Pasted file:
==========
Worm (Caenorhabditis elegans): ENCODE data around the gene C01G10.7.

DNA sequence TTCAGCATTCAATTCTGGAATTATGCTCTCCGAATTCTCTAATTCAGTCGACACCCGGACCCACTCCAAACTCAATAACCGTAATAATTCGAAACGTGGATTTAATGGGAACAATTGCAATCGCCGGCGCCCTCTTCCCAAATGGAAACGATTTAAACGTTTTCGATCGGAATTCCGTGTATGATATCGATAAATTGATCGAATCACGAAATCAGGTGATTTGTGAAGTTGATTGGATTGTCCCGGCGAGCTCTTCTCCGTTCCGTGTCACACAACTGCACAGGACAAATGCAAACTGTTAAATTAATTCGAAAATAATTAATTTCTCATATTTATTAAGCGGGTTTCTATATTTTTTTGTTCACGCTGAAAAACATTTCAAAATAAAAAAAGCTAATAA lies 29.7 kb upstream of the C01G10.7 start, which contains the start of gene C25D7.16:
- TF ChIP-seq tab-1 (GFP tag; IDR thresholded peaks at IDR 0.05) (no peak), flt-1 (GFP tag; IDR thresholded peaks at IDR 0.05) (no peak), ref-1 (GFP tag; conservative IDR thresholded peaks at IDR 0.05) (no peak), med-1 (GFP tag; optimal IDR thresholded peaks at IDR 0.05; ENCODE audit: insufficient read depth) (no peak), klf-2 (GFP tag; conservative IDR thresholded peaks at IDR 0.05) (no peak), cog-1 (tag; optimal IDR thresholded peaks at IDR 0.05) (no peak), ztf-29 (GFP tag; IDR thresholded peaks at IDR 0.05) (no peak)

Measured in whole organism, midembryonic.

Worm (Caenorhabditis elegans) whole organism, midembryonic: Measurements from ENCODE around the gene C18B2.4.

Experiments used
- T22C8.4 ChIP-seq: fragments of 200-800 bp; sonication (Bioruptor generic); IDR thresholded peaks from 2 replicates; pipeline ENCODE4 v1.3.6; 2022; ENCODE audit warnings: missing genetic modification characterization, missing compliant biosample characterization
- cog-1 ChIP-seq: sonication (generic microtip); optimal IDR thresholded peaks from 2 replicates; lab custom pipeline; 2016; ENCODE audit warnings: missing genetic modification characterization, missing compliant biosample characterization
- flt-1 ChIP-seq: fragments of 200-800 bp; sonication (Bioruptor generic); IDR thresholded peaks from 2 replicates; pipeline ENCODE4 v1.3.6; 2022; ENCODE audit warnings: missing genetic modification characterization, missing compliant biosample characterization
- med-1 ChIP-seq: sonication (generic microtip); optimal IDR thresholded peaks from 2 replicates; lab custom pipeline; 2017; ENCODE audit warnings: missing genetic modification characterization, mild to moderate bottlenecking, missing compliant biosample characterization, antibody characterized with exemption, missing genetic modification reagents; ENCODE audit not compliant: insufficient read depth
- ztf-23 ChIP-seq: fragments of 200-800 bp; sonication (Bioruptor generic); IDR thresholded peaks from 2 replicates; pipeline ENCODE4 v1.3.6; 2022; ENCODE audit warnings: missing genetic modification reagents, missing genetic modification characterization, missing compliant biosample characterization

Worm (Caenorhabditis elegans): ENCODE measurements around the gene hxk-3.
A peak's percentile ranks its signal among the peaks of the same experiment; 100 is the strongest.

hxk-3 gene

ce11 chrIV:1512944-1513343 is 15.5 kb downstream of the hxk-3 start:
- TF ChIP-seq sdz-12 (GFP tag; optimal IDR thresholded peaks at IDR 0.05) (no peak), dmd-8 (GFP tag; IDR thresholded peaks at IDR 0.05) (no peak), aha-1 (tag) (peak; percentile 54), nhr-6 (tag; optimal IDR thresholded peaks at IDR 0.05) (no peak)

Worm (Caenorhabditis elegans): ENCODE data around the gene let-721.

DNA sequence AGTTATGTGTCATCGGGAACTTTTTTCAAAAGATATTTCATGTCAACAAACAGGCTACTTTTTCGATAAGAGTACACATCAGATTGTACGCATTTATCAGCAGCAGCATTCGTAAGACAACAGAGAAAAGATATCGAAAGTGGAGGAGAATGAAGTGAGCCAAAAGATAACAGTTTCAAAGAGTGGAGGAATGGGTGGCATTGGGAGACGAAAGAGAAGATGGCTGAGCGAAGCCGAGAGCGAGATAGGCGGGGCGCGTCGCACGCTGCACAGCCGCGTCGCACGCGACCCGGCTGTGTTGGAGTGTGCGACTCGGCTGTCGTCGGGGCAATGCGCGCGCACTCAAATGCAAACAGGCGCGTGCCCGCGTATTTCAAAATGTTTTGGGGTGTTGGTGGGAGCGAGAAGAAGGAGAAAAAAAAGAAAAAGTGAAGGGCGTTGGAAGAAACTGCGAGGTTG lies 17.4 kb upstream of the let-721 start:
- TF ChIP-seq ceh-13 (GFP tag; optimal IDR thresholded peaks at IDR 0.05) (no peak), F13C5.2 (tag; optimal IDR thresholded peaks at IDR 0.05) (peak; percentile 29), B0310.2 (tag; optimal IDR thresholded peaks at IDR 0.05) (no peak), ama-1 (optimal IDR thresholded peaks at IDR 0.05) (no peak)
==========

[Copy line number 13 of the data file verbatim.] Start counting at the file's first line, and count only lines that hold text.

A peak's percentile ranks its signal among the peaks of the same experiment; 100 is the strongest.